• The project comprised 102 glowing tubes spread at 10-foot intervals along a 1,100-foot-long section of the creek.

Location Austin
Client Waller Creek
Architect Baldridge Architects
Design Team Burton Baldridge, AIA; Michael Hargens, AIA; Brian Bedrosian;
Laura Grenard; Jack Murphy, Assoc. AIA; Andrew Fulcher; Tyler Frost; Elaine Shen
Photographer Baldridge Architects; Elaine Shen

Tracing the Line, by Austin-based Baldridge Architects, was a temporary light installation commissioned by the nonprofit Waller Creek Conservancy in 2014 to draw attention to its newly adopted master plan by Michael Van Valkenburgh Associates and Thomas Phifer and Partners. It was one of five “illuminating works of art” located along different sections of the waterway running through downtown Austin. Baldridge’s project included 102 glowing tubes spread at 10-foot intervals along a 1,100-foot-long section of the creek. The top of each tube was set at a uniform level. The illuminated portion increased in length from one foot to six feet as the creek made its way downstream, to demonstrate the watershed topography’s descent in a highly visual, but also almost scientific manner.

The architects fabricated the tubes themselves, using a “collection of everyday items that can be found in the aisles of the big-box hardware store.” The light source was a high-powered LED flashlight inserted into a PVC conduit head. It shone into a plastic fluorescent tube protector capped with a reflective insert. This lighting device was supported by a 1.5-in black-painted PVC conduit slid over a steel tube welded to an 18-in-square, 3/8-in-thick steel plate. They installed the tubes themselves — as photographs of team members in rubber waders with a variety of measuring instruments amply demonstrate.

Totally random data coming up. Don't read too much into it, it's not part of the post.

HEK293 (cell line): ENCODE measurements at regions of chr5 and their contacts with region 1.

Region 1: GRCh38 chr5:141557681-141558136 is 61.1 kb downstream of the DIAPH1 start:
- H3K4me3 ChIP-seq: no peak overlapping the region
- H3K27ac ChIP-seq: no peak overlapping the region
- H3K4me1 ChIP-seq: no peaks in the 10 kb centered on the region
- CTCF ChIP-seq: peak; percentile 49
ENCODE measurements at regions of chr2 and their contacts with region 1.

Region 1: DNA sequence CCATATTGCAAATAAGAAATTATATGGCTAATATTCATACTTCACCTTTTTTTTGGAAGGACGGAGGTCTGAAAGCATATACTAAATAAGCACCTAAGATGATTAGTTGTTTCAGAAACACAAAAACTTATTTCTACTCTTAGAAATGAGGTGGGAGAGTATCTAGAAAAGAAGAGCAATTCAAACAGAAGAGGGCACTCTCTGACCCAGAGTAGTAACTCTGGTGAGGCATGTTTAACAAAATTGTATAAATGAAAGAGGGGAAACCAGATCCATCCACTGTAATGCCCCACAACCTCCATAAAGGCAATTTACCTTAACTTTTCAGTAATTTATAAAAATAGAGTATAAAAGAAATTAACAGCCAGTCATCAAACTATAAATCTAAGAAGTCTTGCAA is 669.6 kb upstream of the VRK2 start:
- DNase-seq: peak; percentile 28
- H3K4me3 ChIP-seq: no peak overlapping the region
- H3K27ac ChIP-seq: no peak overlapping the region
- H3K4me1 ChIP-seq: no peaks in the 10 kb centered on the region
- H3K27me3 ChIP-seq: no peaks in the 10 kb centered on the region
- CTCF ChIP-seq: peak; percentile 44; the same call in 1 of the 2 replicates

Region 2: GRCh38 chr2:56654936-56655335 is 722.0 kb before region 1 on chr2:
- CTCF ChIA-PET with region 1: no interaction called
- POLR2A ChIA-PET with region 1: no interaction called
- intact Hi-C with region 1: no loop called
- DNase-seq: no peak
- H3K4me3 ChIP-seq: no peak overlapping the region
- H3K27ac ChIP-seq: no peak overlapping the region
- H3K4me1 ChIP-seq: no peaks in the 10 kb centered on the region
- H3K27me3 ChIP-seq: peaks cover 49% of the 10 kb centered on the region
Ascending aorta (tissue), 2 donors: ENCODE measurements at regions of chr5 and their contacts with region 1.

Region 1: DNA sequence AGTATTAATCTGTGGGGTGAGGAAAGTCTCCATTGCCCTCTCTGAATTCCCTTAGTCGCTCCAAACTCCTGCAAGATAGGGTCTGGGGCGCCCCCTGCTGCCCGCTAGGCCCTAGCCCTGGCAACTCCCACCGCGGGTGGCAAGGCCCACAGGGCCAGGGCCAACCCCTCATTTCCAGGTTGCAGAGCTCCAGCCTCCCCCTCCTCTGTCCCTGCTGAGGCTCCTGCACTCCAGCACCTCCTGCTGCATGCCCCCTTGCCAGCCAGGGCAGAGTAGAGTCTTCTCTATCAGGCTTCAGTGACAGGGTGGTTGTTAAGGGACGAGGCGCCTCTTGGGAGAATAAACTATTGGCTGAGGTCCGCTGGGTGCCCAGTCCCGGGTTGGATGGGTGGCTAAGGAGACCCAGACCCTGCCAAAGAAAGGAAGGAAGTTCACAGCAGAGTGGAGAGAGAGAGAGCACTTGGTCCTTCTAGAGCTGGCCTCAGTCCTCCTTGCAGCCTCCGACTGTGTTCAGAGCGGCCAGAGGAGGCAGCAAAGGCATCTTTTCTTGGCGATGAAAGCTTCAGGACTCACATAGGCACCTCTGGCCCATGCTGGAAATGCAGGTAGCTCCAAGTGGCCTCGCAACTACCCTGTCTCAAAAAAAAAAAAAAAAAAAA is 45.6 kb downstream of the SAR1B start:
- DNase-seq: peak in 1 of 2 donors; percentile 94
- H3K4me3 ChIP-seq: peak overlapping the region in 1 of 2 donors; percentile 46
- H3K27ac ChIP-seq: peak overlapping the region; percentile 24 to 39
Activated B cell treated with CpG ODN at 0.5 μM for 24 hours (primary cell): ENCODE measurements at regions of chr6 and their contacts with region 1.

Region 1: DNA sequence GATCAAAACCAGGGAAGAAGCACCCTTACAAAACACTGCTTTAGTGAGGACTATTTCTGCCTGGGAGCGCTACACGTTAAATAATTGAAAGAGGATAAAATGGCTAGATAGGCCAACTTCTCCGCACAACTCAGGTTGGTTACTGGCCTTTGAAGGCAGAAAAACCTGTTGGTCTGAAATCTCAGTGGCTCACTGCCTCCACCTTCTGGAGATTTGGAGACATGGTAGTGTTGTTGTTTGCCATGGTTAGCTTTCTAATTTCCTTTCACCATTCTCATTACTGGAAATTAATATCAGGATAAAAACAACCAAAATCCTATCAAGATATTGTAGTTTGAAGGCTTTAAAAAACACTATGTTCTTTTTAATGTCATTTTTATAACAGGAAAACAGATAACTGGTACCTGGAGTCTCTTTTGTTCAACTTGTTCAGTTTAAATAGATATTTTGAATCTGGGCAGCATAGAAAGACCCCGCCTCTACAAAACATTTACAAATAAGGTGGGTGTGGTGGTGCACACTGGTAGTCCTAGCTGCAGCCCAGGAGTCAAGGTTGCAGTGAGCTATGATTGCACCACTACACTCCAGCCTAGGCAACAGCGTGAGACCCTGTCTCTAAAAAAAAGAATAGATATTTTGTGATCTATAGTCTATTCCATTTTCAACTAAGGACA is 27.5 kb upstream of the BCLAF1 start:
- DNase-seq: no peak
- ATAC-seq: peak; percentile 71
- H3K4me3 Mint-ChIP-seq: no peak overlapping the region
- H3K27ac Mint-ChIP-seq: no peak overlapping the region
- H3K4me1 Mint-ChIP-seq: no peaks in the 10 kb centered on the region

Night photographs of Tracing the Line’s light tubes at several points along the route evoke markedly varying sensations. Where they pass under a concrete post-and-beam bridge and under a barrel-vaulted viaduct, they appear as eerie sentinels marking an abandoned city. Where they pass through a pedestrian plaza filled with visitors, they act as garden lanterns, adding a festive touch to an outdoor party. This diversity of interpretations: land art, party space, public service announcement, and science project — all coming out of such an ad hoc, DIY contraption — appealed to the jurors.

“Tracing the Line is a project that we recognized right off as being unique, in that it was not architecture, but was telling a story about place, the urban made place as an intersection with the natural world — and illuminating that way in a very simple device, a very economical device, in this temporary emplacement,” says juror Anne Schopf, FAIA. “That device, I think, used its resources wisely to stretch and expand the understanding of what the natural systems were, here in Austin, and how that’s being somewhat strangled out by the urban environment. So very, very simple, direct, quickly understandable, and also very humble and simple to understand on many levels.”

Tracing the Line was refreshing because of the way it shows that the ability to evoke strong reactions is not necessarily tied to cost. The core idea was remarkably simple, and its realization was straightforward to the point of being diagrammatic. The end result was fascinating to the jurors in its ability to touch on many different concepts and disciplines with a minimum of means. Tracing the Line’s strength as a project came from its unusually direct translation from concept to execution, jettisoning all that was unnecessary along the way.

Ben Koush, AIA, is an architect in Houston.

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